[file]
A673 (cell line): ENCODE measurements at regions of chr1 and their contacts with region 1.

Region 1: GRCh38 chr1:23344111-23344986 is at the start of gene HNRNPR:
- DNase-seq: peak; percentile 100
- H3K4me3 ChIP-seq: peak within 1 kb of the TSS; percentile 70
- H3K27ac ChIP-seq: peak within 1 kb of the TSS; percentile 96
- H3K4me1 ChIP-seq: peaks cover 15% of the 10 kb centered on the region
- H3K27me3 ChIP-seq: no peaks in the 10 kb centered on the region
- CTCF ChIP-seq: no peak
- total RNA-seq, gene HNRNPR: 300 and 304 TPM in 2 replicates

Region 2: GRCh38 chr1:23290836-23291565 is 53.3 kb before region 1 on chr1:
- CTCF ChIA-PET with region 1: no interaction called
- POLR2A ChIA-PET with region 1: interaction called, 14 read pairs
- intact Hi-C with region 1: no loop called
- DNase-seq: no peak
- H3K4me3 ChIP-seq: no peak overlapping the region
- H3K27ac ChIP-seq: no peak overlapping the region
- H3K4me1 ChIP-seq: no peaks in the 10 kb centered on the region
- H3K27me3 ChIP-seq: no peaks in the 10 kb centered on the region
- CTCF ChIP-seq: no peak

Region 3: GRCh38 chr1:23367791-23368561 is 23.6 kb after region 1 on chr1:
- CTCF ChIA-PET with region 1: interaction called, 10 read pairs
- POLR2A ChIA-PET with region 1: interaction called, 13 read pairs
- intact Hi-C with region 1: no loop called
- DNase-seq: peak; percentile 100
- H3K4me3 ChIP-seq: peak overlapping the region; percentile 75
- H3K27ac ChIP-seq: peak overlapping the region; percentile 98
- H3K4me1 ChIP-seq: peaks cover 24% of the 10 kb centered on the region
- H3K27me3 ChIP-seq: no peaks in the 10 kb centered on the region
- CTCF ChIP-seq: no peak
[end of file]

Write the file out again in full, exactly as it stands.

A673 (cell line): ENCODE measurements at regions of chr1 and their contacts with region 1.

Region 1: GRCh38 chr1:23344111-23344986 is at the start of gene HNRNPR:
- DNase-seq: peak; percentile 100
- H3K4me3 ChIP-seq: peak within 1 kb of the TSS; percentile 70
- H3K27ac ChIP-seq: peak within 1 kb of the TSS; percentile 96
- H3K4me1 ChIP-seq: peaks cover 15% of the 10 kb centered on the region
- H3K27me3 ChIP-seq: no peaks in the 10 kb centered on the region
- CTCF ChIP-seq: no peak
- total RNA-seq, gene HNRNPR: 300 and 304 TPM in 2 replicates

Region 2: GRCh38 chr1:23290836-23291565 is 53.3 kb before region 1 on chr1:
- CTCF ChIA-PET with region 1: no interaction called
- POLR2A ChIA-PET with region 1: interaction called, 14 read pairs
- intact Hi-C with region 1: no loop called
- DNase-seq: no peak
- H3K4me3 ChIP-seq: no peak overlapping the region
- H3K27ac ChIP-seq: no peak overlapping the region
- H3K4me1 ChIP-seq: no peaks in the 10 kb centered on the region
- H3K27me3 ChIP-seq: no peaks in the 10 kb centered on the region
- CTCF ChIP-seq: no peak

Region 3: GRCh38 chr1:23367791-23368561 is 23.6 kb after region 1 on chr1:
- CTCF ChIA-PET with region 1: interaction called, 10 read pairs
- POLR2A ChIA-PET with region 1: interaction called, 13 read pairs
- intact Hi-C with region 1: no loop called
- DNase-seq: peak; percentile 100
- H3K4me3 ChIP-seq: peak overlapping the region; percentile 75
- H3K27ac ChIP-seq: peak overlapping the region; percentile 98
- H3K4me1 ChIP-seq: peaks cover 24% of the 10 kb centered on the region
- H3K27me3 ChIP-seq: no peaks in the 10 kb centered on the region
- CTCF ChIP-seq: no peak